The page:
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Structural and Computational Biology and Molecular Biophysics

Houston, Texas

A BCM research lab.
Structural and Computational Biology & Molecular Biophysics
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Chris Tsz-Kwong Man, Ph.D.

Associate Professor, Section of Hematology-Oncology
Department of Pediatrics

Baylor College of Medicine

Texas Children's Cancer and Hematology Centers, Texas Children's Hospital

Dan L. Duncan Cancer Center

Education:

Ph.D. Microbiology and Molecular Genetics, University of Texas, Houston (1997)
Postdoc, Genetics and Bioinformatics, Washington University, St. Louis (2001)

Research Interests:

Dr. Man's laboratory is interested using a combined computational and -omic approach to understand pediatric cancers. The two main focuses of our lab are to discover clinically relevant biomarkers and to study mechanism of metastasis using a systems biology approach.

Our current research includes:

Molecular classification of cancer using a systems biology approach. We use a systems biology approach to generate genomic and proteomic profiles from various specimens of cancer patients, such as tumors and plasma. The goal of our laboratory is to integrate these diverse data by various classification algorithms to construct prediction models, which can better predict clinical phenotypes of pediatric cancer, such as drug resistance, metastatic potential, and prognosis. Ultimately, we aim to develop an easy-to-use and minimally invasive blood test that can help to diagnose and prognosticate patients with pediatric cancers, so they can be treated as early and precisely as possible.

Mechanistic study of metastatic determinants. Using a proteomic approach, we have identified p27 (CDKN1B) as a crucial metastatic determinant in pediatric osteosarcoma. We have shown that p27 is frequently mislocalized in the cytoplasm of osteosarcoma cases, and the mislocalization increases the metastatic potential of tumor cells. p27 is a well-known tumor suppressor gene that regulates normal cell cycle progression when it is located in the nucleus, but its oncongenic function when located in the cytoplasm is still largely unknown. It may act as a master switch between tumorigenesis and cancer progression. We use a panel of targeted genomic and proteomic methods to dissect the mechanism of the cytoplasmic p27 in the promotion of metastasis in osteosarcoma and other cancers. Our goal is to test if cytoplasmic p27 can be used as a novel therapeutic target to abolish metastasis in cancer.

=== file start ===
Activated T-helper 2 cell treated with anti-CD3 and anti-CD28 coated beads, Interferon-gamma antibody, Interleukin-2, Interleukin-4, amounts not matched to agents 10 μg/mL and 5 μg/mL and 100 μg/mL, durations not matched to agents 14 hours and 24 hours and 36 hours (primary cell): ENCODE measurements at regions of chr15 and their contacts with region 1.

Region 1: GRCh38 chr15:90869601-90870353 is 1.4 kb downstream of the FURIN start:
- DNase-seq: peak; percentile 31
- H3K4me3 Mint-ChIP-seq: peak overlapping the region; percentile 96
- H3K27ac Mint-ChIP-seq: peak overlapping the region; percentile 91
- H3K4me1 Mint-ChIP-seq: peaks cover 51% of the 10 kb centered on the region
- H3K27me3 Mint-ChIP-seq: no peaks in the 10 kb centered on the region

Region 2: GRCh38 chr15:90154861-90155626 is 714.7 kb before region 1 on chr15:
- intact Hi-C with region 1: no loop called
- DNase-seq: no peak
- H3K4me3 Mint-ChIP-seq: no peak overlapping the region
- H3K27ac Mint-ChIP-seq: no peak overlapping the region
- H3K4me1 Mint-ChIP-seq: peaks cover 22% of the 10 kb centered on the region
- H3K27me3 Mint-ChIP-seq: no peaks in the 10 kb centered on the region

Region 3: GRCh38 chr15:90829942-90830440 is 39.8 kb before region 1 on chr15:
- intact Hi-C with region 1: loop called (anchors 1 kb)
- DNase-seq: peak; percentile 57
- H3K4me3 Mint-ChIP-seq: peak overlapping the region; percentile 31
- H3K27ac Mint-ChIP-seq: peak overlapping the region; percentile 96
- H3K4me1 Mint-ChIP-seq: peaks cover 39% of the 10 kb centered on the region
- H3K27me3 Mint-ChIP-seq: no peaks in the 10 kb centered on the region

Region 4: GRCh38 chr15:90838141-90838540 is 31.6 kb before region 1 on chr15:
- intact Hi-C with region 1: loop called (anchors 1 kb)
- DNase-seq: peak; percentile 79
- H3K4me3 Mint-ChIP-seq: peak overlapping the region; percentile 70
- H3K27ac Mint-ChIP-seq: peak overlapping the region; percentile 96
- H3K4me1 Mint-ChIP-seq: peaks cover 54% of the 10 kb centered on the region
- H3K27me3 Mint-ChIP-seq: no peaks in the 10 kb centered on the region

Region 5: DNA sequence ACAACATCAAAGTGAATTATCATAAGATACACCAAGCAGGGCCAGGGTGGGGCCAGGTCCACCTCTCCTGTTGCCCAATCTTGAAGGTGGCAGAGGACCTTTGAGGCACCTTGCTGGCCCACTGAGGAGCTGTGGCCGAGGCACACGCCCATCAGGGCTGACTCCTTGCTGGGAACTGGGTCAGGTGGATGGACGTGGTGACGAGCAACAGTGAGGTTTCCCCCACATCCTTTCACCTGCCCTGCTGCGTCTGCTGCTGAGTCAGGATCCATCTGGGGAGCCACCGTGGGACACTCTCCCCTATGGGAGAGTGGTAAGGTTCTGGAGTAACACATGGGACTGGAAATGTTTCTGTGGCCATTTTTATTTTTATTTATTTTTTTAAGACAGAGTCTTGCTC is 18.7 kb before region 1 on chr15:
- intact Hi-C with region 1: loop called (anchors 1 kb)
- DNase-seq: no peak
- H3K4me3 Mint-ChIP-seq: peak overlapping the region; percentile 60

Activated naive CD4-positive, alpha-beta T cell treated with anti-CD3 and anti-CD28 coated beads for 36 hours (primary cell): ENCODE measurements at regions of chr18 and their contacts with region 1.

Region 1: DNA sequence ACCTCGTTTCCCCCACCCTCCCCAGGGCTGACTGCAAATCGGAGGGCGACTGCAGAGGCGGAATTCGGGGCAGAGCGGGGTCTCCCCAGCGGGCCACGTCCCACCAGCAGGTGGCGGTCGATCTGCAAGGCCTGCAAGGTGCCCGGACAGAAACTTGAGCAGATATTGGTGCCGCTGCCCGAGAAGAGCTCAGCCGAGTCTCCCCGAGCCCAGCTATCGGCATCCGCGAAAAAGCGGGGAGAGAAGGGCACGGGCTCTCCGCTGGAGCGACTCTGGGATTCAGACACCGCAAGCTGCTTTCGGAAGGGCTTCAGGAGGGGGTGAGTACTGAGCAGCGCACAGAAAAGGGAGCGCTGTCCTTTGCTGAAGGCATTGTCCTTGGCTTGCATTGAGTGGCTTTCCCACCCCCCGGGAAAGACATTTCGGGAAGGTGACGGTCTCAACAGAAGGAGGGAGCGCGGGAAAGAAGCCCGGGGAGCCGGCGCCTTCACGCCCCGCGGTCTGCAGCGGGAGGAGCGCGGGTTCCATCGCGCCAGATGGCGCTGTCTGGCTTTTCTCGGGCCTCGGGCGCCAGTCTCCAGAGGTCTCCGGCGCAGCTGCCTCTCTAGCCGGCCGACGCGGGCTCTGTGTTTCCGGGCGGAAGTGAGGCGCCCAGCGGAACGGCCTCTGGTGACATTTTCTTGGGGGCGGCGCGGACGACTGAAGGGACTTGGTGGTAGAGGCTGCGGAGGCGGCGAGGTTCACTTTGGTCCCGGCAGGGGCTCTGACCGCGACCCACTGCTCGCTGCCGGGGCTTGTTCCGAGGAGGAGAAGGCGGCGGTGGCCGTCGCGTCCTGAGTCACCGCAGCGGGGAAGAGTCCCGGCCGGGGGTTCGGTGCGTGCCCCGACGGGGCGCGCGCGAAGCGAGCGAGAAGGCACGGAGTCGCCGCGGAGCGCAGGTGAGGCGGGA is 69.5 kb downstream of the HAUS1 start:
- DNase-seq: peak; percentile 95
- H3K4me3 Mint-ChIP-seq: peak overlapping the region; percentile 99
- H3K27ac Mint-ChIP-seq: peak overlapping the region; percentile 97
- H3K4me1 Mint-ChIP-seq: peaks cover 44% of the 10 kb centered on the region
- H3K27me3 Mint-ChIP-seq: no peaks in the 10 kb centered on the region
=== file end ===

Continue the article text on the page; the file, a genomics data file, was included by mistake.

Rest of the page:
Cancer bioinformatics. With the explosion of the genomic data and the decreasing cost of the genomic assays, there is a wealth of genomic data available in various public repositories. These resources provide an unprecedented opportunity for data mining to identify common cancer signatures and mechanisms in various cancers. Understanding these common features of different types of cancer will provide an important clue on how to target cancer in general. Our lab is interested in developing bioinformatic methods and tools that can utilize these resources to answer specific biological or clinical questions that will lead to a better understanding of common cancer phenotypes and the development of novel therapeutic targets.

Selected Publications:

  • Flores RJ, Li Y, Yu A, Shen J, Rao PH, Lau SS, Vannucci M, Lau CC and Man TK. A systems biology approach reveals common metastatic pathways in osteosarcoma. BCM Systems Biology, 6:50 (2012). PubMed
  • Egler RA, Li Y, Dang TA, Peters TL, Leung E, Huang S, Russell HV, Liu, H., and Man, T.K. An integrated proteomic approach to identifying circulating biomarkers in high risk neuroblastoma and their potential in relapse monitoring. Proteomics: Clinical Applications, 5:532-41 (2011). PubMed
  • Daves MH, Hilsenbeck SG, Lau CC and Man TK. Meta-analysis of multiple microarray datasets reveals a common gene signature of metastasis in solid tumors. BMC Med Genomics, 4:56 (2011). PubMed
  • Li Y, Flores R, Yu A, Okcu F, Murray J, Chintagumpala M, Hicks J, Lau CC and Man TK. Elevated expression of CXC chemokines in pediatric osteosarcoma patients. Cancer, 117:207-17 (2011). PubMed
  • Li Y, Dang TA, Shen J, Perlaky L, Hicks J, Chintagumpala M, Lau CC and Man TK. Plasma proteome predict chemotherapy response in osteosarcoma patients. Oncology Reports, 25:303-14 (2011). PubMed
  • Guo B, Villagran A, Vannucci M, Wang J, Man TK, Lau CC and Guerra R. Bayesian estimation of genomic copy number with single nucleotide polymorphis genotyping arrays. BMC Research Notes, 30:3:350 (2010). PubMed
  • Cruz-Marcelo A, Guerra R, Vannucci M, Li Y, Lau CC and Man T.K. Comparison of algorithms of pre-processing of SELDI-TOF mass spectrometry data. Bioinformatics, 24:2129-36 (2008). PubMed

For more publications, see listing on PubMed.

Contact Information:

Department: Pediatrics
Address: Feigin Center-Texas Children's Hospital
1102 Bates
Room 1025.12
Houston, TX 77030
Phone: 832-824-4682
Fax: 832-825-4038
E-mail: ctman@txch.org
Additional link: Faculty page

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